April 12 was already a huge day in space history twenty years before the launch of the first shuttle mission. On that day in 1961, Russian cosmonaut Yuri Gagarin became the first human in space, making a 108-minute orbital flight in his Vostok 1 spacecraft.
Mercury astronaut Alan Shepard became the first American in space less than a month later.
Scientific cooperation with the Soviet Union dates back to the very beginnings of space flight. The first cooperative human space flight project between the United States and the Soviet Union took place in 1975. The Apollo-Soyuz Test Project was designed to test the compatibility of rendezvous and docking systems for American and Soviet spacecraft and to open the way for future joint manned flights.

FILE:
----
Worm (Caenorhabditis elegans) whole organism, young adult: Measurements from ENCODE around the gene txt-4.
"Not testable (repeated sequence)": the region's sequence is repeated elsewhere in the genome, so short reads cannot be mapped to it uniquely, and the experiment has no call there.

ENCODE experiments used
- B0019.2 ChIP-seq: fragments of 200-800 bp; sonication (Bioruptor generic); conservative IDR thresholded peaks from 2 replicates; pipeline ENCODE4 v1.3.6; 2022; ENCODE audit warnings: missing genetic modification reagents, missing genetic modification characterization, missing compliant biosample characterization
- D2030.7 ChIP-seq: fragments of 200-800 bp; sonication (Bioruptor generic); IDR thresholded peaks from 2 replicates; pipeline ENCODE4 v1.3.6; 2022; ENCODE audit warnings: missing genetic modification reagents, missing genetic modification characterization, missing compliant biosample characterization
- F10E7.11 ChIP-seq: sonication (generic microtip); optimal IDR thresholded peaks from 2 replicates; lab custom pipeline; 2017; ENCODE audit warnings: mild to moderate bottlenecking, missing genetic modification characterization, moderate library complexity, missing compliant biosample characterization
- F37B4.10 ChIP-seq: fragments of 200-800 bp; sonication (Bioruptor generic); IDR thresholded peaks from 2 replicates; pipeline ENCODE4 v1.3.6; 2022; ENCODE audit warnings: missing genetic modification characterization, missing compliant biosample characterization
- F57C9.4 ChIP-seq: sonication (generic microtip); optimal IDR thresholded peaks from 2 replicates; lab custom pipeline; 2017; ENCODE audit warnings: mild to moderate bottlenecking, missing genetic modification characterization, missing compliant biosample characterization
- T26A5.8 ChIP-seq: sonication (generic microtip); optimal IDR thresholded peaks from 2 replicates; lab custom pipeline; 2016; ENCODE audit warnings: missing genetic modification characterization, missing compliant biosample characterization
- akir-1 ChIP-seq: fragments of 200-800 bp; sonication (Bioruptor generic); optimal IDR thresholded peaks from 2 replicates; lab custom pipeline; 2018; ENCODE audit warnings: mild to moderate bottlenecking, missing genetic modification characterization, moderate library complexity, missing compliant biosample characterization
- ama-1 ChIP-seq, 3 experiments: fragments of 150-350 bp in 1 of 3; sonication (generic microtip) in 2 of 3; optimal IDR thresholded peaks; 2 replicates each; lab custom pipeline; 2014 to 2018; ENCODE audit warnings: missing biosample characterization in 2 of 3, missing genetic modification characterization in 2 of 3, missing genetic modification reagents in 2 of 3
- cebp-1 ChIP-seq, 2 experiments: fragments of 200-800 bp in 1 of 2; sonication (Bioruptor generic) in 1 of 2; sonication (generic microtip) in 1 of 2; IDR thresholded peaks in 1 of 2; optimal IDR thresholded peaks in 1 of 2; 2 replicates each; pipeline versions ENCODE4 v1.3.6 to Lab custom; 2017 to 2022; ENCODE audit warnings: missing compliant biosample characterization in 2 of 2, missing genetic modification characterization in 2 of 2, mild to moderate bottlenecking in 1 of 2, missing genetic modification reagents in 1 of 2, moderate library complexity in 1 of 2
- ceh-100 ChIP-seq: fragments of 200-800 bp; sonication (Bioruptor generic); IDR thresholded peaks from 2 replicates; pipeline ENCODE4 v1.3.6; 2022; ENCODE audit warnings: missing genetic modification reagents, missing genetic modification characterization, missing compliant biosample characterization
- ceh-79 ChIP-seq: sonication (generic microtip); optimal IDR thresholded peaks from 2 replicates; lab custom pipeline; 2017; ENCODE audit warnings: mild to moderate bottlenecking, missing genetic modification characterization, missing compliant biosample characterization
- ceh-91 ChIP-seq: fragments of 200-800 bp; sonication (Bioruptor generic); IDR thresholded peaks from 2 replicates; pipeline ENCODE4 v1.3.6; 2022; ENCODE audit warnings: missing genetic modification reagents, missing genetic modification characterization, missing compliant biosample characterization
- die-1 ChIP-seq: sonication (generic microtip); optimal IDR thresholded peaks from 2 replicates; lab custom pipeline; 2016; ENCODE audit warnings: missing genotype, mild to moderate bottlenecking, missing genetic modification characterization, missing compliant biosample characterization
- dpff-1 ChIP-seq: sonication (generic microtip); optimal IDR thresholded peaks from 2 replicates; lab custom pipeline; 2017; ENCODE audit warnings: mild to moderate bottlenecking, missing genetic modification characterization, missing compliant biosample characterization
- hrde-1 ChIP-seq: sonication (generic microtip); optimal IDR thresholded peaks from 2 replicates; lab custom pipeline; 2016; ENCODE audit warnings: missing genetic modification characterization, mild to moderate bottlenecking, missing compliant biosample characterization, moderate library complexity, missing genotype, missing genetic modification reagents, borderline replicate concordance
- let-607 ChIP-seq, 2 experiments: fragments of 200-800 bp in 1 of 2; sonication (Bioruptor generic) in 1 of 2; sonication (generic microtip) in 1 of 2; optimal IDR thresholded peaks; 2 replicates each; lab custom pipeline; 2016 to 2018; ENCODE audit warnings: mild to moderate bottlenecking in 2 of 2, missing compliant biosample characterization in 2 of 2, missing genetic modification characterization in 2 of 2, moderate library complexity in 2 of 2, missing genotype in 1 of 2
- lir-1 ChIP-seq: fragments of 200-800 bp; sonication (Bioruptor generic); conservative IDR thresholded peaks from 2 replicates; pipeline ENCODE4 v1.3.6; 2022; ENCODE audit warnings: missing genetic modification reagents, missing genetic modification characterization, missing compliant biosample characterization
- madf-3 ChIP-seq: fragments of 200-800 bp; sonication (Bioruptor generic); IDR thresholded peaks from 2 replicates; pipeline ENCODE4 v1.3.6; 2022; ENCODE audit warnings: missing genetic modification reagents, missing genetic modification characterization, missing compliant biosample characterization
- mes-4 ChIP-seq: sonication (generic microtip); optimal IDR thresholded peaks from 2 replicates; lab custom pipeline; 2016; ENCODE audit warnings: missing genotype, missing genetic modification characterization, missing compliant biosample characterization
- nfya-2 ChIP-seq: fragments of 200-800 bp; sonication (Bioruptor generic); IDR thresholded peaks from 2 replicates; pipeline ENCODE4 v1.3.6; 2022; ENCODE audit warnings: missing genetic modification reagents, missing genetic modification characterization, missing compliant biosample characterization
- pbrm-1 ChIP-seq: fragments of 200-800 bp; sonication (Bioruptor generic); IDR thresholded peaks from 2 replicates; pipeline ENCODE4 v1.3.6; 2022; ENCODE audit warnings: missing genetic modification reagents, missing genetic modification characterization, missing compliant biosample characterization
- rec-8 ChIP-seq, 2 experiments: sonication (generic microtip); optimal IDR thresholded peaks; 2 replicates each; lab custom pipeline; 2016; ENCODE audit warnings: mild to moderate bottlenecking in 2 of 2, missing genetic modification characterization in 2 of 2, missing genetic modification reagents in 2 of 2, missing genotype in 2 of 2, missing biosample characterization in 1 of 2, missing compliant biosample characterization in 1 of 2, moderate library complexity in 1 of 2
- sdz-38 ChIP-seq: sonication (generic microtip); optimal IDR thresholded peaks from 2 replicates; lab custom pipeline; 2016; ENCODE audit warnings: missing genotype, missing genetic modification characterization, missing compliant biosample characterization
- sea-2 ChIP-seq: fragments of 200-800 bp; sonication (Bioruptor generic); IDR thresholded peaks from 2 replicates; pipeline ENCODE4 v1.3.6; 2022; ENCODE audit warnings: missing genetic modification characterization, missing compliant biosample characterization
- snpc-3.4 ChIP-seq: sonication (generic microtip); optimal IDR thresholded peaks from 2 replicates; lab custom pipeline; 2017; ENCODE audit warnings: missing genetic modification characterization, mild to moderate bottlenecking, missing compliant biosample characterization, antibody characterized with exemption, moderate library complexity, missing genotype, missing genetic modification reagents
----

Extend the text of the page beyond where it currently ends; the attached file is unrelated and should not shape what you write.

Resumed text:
Since 1993, the U.S. and Russia have worked together on a number of other space flight projects. The Space Shuttle began visiting the Russian Mir space station in 1994, and in 1995 Norm Thagard became the first U.S. astronaut to take up residency on Mir. Seven U.S. astronauts served with their Russian counterparts aboard the orbiting Mir laboratory from 1995 to 1998. The experience gained from the Mir cooperative effort, as well as lessons learned, paved the way for the International Space Station.